Dreaded Houseplant Pests
by Connie Holland
Adams Co. Master Gardener
Gettysburg Garden Club
Little did I know that for this article I would be writing from recent experience. My tender succulent plant collection lives under artificial grow lights during the winter and goes outside during nice months. Recently, I noticed aphids on one. I was shocked because these plants have never had any sign of aphids until now. Aphids, often called plant lice, are tiny soft-bodied insects that damage plants by sucking out the sap causing curling, crinkly or mottled leaves and ruining flower buds. They especially like stems, new growth, and flower buds. Aphids also carry viruses from plant to plant and secrete sticky “honeydew” that acts as a breeding ground for ugly black “sooty mold”. On my plants they seemed to appear from nowhere. How did that happen?
Actually, there is an explanation based on the aphid’s life cycle. Aphids overwinter as fertilized eggs in the soil. In spring, or in my case, after weeks in my warm basement, eggs hatched into wingless females. Successive generations are produced until a colony becomes overcrowded when generations of winged females, capable of flying, are produced. Winged females reproduce until the summer’s end when both winged males and females are produced. Those females mate and lay eggs that overwinter in the soil starting the life cycle again. This is what happened to my succulent. Outdoors all summer near aphid-infested milkweed plants (milkweed is considered an aphid magnet), winged females laid eggs in the succulent’s soil.
Next came a challenge to get rid of aphids. It is not advisable to spray insecticides indoors. A more environmentally and gardener friendly way to get rid of aphids is to blast them off with water. I covered the soil at the plant’s base with plastic wrap to avoid overwatering and to prevent soil washout. A vigorous water spray washed the aphids off. Checking often, I keep an eye out for any more egg hatch, especially on adjacent plants since aphids reproduce so quickly, there may be none one day, and a week later there are hundreds.
For outdoor aphid control, beneficial insects play an important role as an alternative to the appropriate insecticide. Lady beetles (both adult and larvae), lacewings, some flower flies (larvae), and tiny parasitic wasps all consume aphids. Remember certain insecticides destroy beneficial insects as well as pests.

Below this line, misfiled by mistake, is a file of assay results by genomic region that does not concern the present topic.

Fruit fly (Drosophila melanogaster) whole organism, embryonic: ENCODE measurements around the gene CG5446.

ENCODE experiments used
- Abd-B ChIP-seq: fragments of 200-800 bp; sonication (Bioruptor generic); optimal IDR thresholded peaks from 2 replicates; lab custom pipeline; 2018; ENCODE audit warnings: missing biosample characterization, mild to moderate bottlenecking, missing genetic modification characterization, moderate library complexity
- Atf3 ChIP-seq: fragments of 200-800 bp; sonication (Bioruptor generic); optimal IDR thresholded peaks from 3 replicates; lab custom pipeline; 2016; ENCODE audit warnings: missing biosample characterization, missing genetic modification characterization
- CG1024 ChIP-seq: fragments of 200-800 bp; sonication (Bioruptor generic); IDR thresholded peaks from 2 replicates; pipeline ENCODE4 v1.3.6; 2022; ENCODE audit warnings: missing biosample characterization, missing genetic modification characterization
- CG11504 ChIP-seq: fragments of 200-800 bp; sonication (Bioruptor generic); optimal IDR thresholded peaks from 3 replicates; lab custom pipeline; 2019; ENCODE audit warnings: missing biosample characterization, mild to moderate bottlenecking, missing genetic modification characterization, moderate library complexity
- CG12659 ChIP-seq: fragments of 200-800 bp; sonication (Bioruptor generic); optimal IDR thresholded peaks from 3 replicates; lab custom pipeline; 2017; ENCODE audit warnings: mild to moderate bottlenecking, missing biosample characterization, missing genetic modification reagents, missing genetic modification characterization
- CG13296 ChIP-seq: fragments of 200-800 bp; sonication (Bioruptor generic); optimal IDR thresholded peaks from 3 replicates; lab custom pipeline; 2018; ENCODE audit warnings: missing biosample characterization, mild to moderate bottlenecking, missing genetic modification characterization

Another very annoying household pest is the fungus gnat, a dark tiny fly-like pest that flies around plants and is annoying. Fungus gnats develop in moist potting soil, feeding on root hairs, and emerge as adults every 30 days. The best way to get rid of fungus gnats is to allow soil to thoroughly dry. This can eliminate the eggs. Sometimes covering a plant’s surface soil with sand discourages fungus gnats. Commercially available yellow sticky cards work extremely well to trap gnats flying around. It is amazing how many insects get stuck on them! Those are my preferred method of dealing with fungus gnats. Be sure to quarantine any new houseplant to ensure you are not bringing in any gnats. As a last resort, a soil drench with an insecticide that targets soil gnats can be very effective. Commercially available granules impregnated with such a targeted insecticide work well when watered in on top of the soil.
Mealy bugs are another of the most annoying and destructive houseplant pests. They suck juices out of new growth causing ugly spotting, yellowing and ultimately leaf drop. They look like small bits of white cotton. Young mealy bugs can crawl so this is the best time to treat an infestation. A female can produce over 500 eggs within a 1-2 week period. Mealy bugs also secrete sweet “honeydew” leading to black “sooty mold” showing up on foliage and stems. Eliminate infestations using a Q-tip or cotton ball dipped in rubbing alcohol. Be sure to check frequently. Commercially available yellow sticky cards may also work to trap mealy bugs.
When it comes to the most dreaded insect scale, I speak from experience. Months ago I purchased a sale orchid discounted because it had no blooms. Little did I know it was harboring scale, small bumpy brown oval-like insects resembling tiny helmets. Scale might as well be wearing helmets because their tough exterior shell is somewhat impervious to insecticides. The orchid was finally freed of scale after weeks of scraping them off with alcohol soaked Q-tips. So far it is scale free. However, I still examine it closely. Other plants of mine infected have not faired so well. A lovely fern, entered in a show, developed scale probably caught from an adjacent plant at the show. It had to be discarded because scale on a fern or plant with a lot of foliage is almost impossible to rid of scale without using systemic insecticides that can harm beneficial insects.
Another common houseplant pest is the whitefly, a tiny white fly very hard to control. When an infested plant is disturbed, they can be seen flying all around. Damage appears as pale yellow leaves that eventually drop off. Untreated, whiteflies can kill a plant and are best avoided by not taking possession of an infected plant. Check any plant before purchase by gently moving the foliage and watching for the white flies. This is especially important because they are so tough to control. If a plant is infested, or to monitor routinely for whiteflies, keep yellow sticky cards present at all times.
The best advice I can provide to prevent houseplant pest problems is to quarantine any newly acquired plant for at least 2-3 weeks away from other plants in order to give any pests presentenough time to show themselves. This applies to any new plant, inside or out.